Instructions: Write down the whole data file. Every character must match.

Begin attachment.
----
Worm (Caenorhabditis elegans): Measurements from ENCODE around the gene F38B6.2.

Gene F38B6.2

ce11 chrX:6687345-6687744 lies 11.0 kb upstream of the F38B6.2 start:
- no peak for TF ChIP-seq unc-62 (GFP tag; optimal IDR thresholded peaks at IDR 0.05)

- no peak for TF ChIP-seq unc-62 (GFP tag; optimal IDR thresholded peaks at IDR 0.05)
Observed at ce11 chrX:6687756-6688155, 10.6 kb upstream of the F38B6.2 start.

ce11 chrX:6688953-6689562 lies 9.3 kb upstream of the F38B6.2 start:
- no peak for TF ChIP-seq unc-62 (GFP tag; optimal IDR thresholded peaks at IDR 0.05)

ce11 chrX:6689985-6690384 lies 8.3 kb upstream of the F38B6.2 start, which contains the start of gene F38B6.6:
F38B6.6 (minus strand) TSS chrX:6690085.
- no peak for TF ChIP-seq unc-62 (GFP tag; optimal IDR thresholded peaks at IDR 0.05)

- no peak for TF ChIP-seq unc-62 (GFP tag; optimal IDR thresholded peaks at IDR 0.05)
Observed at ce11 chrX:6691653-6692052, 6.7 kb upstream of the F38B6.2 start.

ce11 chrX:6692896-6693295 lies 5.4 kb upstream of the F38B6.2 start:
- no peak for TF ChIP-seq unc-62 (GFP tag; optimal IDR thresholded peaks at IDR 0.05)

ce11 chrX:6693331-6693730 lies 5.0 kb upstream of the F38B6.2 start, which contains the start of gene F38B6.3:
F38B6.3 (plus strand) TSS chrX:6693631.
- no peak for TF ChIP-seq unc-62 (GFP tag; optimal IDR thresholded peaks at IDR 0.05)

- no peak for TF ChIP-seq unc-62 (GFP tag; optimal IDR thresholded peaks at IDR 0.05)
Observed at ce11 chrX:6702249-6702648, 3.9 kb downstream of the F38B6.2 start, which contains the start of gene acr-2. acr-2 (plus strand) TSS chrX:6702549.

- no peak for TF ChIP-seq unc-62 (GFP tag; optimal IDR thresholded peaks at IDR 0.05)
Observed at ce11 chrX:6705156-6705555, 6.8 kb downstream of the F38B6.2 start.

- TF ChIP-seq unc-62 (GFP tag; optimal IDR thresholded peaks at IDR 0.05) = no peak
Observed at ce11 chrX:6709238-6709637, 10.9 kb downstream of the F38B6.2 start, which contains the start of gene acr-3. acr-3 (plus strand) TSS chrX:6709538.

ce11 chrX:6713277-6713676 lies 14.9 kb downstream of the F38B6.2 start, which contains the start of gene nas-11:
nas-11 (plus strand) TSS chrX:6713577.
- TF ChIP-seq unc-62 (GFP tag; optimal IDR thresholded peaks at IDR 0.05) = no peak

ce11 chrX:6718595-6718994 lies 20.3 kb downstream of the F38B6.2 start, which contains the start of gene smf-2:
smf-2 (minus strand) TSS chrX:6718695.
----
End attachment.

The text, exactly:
Worm (Caenorhabditis elegans): Measurements from ENCODE around the gene F38B6.2.

Gene F38B6.2

ce11 chrX:6687345-6687744 lies 11.0 kb upstream of the F38B6.2 start:
- no peak for TF ChIP-seq unc-62 (GFP tag; optimal IDR thresholded peaks at IDR 0.05)

- no peak for TF ChIP-seq unc-62 (GFP tag; optimal IDR thresholded peaks at IDR 0.05)
Observed at ce11 chrX:6687756-6688155, 10.6 kb upstream of the F38B6.2 start.

ce11 chrX:6688953-6689562 lies 9.3 kb upstream of the F38B6.2 start:
- no peak for TF ChIP-seq unc-62 (GFP tag; optimal IDR thresholded peaks at IDR 0.05)

ce11 chrX:6689985-6690384 lies 8.3 kb upstream of the F38B6.2 start, which contains the start of gene F38B6.6:
F38B6.6 (minus strand) TSS chrX:6690085.
- no peak for TF ChIP-seq unc-62 (GFP tag; optimal IDR thresholded peaks at IDR 0.05)

- no peak for TF ChIP-seq unc-62 (GFP tag; optimal IDR thresholded peaks at IDR 0.05)
Observed at ce11 chrX:6691653-6692052, 6.7 kb upstream of the F38B6.2 start.

ce11 chrX:6692896-6693295 lies 5.4 kb upstream of the F38B6.2 start:
- no peak for TF ChIP-seq unc-62 (GFP tag; optimal IDR thresholded peaks at IDR 0.05)

ce11 chrX:6693331-6693730 lies 5.0 kb upstream of the F38B6.2 start, which contains the start of gene F38B6.3:
F38B6.3 (plus strand) TSS chrX:6693631.
- no peak for TF ChIP-seq unc-62 (GFP tag; optimal IDR thresholded peaks at IDR 0.05)

- no peak for TF ChIP-seq unc-62 (GFP tag; optimal IDR thresholded peaks at IDR 0.05)
Observed at ce11 chrX:6702249-6702648, 3.9 kb downstream of the F38B6.2 start, which contains the start of gene acr-2. acr-2 (plus strand) TSS chrX:6702549.

- no peak for TF ChIP-seq unc-62 (GFP tag; optimal IDR thresholded peaks at IDR 0.05)
Observed at ce11 chrX:6705156-6705555, 6.8 kb downstream of the F38B6.2 start.

- TF ChIP-seq unc-62 (GFP tag; optimal IDR thresholded peaks at IDR 0.05) = no peak
Observed at ce11 chrX:6709238-6709637, 10.9 kb downstream of the F38B6.2 start, which contains the start of gene acr-3. acr-3 (plus strand) TSS chrX:6709538.

ce11 chrX:6713277-6713676 lies 14.9 kb downstream of the F38B6.2 start, which contains the start of gene nas-11:
nas-11 (plus strand) TSS chrX:6713577.
- TF ChIP-seq unc-62 (GFP tag; optimal IDR thresholded peaks at IDR 0.05) = no peak

ce11 chrX:6718595-6718994 lies 20.3 kb downstream of the F38B6.2 start, which contains the start of gene smf-2:
smf-2 (minus strand) TSS chrX:6718695.